Michelle Cohen Corasanti debuted as an author with The Almond Tree, a take on the Israeli-Palestinian conflict from different angles. Born and brought up in a Jewish home, she is familiar with the socio-political and socio-economic scenarios of Israel as well as Palestine. The novel The Almond Tree is a living account of her observations, experiences, memories and moments.
SliceofRealLife.com got in touch Michelle to share with you some glimpses into her journey as a debut author. Here are the excerpts from the interview:
What motivated you to pen The Almond Tree about a people that often hit headlines?
I had the misfortune of witnessing the situation first hand for seven years, and I wanted to try to help bring about change. Awareness leads to understanding, and understanding leads to change. I wanted my twins to know that I saw injustice, and tried to shine a light on it so that the entire world could see.
How is your debut novel The Almond Tree different from Khaled Hosseini’s The Kite Runner?
I write about a brilliant Palestinian who grows up in an impoverished village under Israeli martial law. My writing teacher, Les Edgerton, described The Almond Tree as “A tale of innocence moving through a vicious world, compassion learned against an environment of daily horrors, and wisdom forged through a boy’s journey through a life we would never wish upon our own children.”
The protagonist in The Kite Runner appears to be a boy of average intelligence who grows up wealthy and privileged in a fairly peaceful environment other than the occasional bullying and, of course, the rape.
Rasheeda Bhagat from the Hindu Business Line told me that The Almond Tree reminded her more of A Thousand Splendid Suns. It is similar in many ways.
How close is the story of the novel to the natives of Israel and their day-to-day life?
When I lived there, the Palestinians inside of Israel no longer lived under Israeli martial law, but I could see what Israeli military rule was like in the occupied territories. My story starts in 1955 when the majority of Palestinians inside Israel lived under martial law, which continued until 1966. So the situation for the Palestinians inside Israel is no longer like my book describes. Palestinians and Israelis have thought that my protagonist is from the occupied West Bank because it resembles their reality. Israel treats different Palestinians under its control differently. I didn’t write the story of the Palestinian people. I wrote about one Palestinian boy who grows up in Israel.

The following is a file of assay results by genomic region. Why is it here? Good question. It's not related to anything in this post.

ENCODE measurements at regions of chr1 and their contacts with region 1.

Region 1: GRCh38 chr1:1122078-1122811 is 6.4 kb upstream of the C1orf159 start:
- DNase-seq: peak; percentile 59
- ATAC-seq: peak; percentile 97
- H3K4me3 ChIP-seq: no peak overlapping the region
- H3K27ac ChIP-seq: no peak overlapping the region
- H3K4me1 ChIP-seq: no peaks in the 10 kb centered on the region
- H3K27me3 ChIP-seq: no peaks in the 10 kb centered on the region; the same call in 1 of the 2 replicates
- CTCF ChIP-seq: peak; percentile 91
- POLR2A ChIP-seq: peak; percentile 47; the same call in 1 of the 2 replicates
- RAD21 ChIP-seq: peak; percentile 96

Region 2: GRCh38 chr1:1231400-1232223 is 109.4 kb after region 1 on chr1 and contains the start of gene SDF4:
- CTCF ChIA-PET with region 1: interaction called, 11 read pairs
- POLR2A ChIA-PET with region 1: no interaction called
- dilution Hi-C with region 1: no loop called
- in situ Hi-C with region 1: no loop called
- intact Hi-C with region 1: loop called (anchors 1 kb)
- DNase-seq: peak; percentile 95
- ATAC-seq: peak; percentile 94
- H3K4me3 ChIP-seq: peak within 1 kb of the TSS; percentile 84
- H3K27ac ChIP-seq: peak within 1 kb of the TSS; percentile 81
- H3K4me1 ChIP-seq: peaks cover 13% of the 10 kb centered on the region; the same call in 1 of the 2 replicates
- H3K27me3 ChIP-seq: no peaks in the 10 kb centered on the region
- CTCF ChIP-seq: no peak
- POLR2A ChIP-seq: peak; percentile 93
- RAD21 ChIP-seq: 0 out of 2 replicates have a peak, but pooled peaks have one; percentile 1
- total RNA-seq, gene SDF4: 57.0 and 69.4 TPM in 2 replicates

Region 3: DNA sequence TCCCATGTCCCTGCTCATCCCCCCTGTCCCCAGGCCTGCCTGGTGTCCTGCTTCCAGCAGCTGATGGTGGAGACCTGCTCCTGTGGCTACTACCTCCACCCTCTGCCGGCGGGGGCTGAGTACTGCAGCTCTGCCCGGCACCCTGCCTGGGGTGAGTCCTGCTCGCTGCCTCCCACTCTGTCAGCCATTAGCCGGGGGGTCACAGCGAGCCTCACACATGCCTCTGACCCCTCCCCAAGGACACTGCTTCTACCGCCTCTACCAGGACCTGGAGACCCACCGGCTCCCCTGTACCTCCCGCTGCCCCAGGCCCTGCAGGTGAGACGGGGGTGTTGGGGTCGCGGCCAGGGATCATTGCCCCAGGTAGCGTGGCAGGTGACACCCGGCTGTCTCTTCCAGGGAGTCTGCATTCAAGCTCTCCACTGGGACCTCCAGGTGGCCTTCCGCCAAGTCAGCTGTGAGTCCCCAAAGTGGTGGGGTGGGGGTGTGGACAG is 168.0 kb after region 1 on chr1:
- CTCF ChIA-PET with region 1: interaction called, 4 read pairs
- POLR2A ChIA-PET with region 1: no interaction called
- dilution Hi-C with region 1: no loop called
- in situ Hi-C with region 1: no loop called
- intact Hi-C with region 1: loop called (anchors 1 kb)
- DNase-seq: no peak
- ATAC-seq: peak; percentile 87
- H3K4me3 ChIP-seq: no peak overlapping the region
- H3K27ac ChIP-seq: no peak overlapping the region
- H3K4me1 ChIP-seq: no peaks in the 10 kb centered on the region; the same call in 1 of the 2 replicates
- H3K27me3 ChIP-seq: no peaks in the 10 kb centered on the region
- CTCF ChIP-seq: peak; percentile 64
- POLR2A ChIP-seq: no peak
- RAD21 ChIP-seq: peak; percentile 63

Would you like to share something about the protagonist Ichmad Hamid with us?
My protagonist is a composite of different Palestinian post-docs from Israel I met at Harvard and MIT. I felt there was a large number of Palestinians from Israel who were post-docs in science outside of Israel. In 1976, the Koenig Report which contained recommendations for Israeli policy got leaked out. One recommendation was to encourage Palestinian intellectuals from inside Israel into the sciences as a way to get them to leave the country. Israel makes military service a prerequisite for such jobs in science that require a higher education. Palestinians inside of Israel don’t serve in the military. With their PhDs, it is easier for Palestinians inside Israel to find jobs abroad. When I lived in Israel, it was against the law for Palestinians inside Israel to have contact with anyone connected to the Palestinian liberation organization. One never knew who Israel would consider linked to an organization, and I think it was easier to stick together so I knew quite a few Palestinian post-docs from Israel.
What role does your real life experience play in portrayal of the protagonist?
Everything. He is based on composites of people I met over the years.
Does the book explore the socio-political or socio-economic scenario of Israel and Palestine?
On his last visit to Jerusalem, President Obama asked an auditorium full of Jewish Israelis to try and put themselves in Palestinian shoes. I tried to put myself in a Palestinian’s shoes to show what life is like for him, and by doing so I was able to explore those scenarios. I have found that the human mind is wired to respond more to personal narratives than facts.
How is your take on the Israeli-Palestinian conflict close to real life?
The Palestinians are one people, but there are many Palestinian experiences. This is what life could be like for a brilliant Palestinian born in 1948 in a rural village in Israel. I can’t think of anything tragic that happened in The Almond Tree that wasn’t fictionalized reality.
What challenges or difficulties did you face while writing the novel, The Almond Tree?
The most difficult thing for me was to relive and remember the worst part of my life.
Does the novel convey any message to the readers?
We should celebrate differences and focus on our commonalities to advance humanity. May the battles that we fight be for the advancement of humanity.
How would you like to describe The Almond Tree in a line?
A Palestinian boy from a rural village in Israel who, against all odds, achieves what other men have only dreamed, but at a high price.
SliceofRealLife.com thanks Michelle Cohen Corasanti for the opportunity to interview her and wishes her all the best.
Read the interview on SliceofRealLife.com